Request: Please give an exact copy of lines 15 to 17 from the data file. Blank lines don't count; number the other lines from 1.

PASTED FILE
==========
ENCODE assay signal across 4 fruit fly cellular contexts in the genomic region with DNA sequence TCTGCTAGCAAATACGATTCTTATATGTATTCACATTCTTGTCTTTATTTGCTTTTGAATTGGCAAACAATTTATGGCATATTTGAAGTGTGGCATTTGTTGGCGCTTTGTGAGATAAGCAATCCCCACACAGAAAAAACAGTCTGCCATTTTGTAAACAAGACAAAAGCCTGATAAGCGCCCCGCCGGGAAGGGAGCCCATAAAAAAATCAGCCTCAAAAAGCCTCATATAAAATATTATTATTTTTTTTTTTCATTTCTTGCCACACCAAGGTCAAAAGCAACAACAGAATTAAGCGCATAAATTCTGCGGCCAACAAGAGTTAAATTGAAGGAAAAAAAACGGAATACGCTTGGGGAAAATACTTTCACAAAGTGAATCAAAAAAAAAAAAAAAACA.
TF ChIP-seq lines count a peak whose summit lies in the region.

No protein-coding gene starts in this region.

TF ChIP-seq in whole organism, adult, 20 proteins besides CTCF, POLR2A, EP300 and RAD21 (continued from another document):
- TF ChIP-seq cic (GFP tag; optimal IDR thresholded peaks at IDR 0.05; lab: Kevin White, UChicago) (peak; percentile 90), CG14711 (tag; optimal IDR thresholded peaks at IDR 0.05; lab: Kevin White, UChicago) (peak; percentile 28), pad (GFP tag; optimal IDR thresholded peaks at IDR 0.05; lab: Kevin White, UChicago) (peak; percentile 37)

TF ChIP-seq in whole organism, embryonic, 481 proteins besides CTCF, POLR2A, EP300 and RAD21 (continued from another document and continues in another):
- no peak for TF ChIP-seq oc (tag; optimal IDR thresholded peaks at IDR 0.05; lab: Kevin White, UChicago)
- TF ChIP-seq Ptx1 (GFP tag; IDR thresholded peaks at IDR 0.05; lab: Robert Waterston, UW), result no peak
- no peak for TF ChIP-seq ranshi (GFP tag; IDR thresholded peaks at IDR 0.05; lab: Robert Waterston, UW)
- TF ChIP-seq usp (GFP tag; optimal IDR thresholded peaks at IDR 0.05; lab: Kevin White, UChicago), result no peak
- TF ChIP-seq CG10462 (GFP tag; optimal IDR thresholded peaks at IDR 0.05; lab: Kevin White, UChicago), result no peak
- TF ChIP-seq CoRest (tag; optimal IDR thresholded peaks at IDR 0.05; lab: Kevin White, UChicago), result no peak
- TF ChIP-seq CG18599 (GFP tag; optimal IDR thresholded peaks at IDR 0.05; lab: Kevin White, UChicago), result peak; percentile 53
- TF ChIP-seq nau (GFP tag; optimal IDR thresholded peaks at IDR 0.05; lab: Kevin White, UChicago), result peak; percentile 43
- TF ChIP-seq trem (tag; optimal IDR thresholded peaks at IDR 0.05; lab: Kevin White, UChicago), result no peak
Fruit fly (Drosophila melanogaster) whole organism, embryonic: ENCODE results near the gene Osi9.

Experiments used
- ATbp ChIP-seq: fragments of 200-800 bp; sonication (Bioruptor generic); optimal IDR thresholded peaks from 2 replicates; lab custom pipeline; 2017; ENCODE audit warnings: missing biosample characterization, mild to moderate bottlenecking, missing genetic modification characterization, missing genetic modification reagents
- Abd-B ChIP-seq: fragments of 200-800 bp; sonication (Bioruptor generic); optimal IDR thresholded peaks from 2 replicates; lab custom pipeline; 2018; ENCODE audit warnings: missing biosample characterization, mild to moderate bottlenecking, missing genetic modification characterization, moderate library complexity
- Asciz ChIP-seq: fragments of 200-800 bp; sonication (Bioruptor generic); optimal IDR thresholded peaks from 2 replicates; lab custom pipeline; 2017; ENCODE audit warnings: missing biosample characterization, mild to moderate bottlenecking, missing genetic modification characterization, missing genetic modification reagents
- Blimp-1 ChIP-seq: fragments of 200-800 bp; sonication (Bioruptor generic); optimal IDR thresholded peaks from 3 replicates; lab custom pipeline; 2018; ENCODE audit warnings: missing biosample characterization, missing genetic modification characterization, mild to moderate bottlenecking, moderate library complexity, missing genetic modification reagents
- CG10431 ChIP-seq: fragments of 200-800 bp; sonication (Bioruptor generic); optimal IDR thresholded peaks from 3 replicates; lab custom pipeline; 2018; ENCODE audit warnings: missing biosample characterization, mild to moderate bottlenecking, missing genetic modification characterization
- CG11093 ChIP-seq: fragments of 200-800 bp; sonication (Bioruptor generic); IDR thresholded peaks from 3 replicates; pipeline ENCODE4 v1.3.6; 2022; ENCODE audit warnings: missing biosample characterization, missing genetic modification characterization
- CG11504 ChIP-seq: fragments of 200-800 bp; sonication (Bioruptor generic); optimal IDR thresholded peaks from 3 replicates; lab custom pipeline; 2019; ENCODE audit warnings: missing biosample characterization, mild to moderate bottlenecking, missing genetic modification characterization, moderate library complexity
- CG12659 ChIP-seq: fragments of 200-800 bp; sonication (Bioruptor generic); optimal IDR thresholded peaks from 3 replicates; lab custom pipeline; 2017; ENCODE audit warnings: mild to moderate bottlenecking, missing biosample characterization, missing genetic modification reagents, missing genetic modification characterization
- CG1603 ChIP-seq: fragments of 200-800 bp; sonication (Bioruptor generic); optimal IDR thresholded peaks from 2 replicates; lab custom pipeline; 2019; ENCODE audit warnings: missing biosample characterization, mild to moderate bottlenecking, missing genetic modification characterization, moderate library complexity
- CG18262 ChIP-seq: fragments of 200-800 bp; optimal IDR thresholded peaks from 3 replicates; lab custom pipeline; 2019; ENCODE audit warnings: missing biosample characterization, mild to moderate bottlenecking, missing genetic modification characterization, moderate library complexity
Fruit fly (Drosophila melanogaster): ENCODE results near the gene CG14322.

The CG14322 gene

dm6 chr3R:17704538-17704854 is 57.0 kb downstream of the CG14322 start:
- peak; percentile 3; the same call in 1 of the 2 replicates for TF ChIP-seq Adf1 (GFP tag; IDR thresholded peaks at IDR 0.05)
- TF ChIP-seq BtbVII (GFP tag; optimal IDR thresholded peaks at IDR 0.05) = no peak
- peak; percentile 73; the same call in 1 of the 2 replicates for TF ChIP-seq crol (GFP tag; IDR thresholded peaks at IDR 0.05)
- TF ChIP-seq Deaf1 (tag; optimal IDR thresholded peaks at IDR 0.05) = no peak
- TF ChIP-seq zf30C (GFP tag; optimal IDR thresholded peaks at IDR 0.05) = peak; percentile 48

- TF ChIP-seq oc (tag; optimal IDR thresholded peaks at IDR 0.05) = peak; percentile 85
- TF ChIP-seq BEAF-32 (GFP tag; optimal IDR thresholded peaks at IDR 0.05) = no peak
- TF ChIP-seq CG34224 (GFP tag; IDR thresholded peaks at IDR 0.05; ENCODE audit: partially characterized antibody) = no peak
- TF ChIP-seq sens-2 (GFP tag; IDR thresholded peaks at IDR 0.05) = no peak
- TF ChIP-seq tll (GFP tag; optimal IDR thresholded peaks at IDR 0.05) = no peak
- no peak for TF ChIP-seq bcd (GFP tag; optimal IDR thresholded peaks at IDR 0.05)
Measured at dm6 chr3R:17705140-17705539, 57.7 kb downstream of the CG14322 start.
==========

- TF ChIP-seq trem (tag; optimal IDR thresholded peaks at IDR 0.05; lab: Kevin White, UChicago), result no peak
Fruit fly (Drosophila melanogaster) whole organism, embryonic: ENCODE results near the gene Osi9.

Experiments used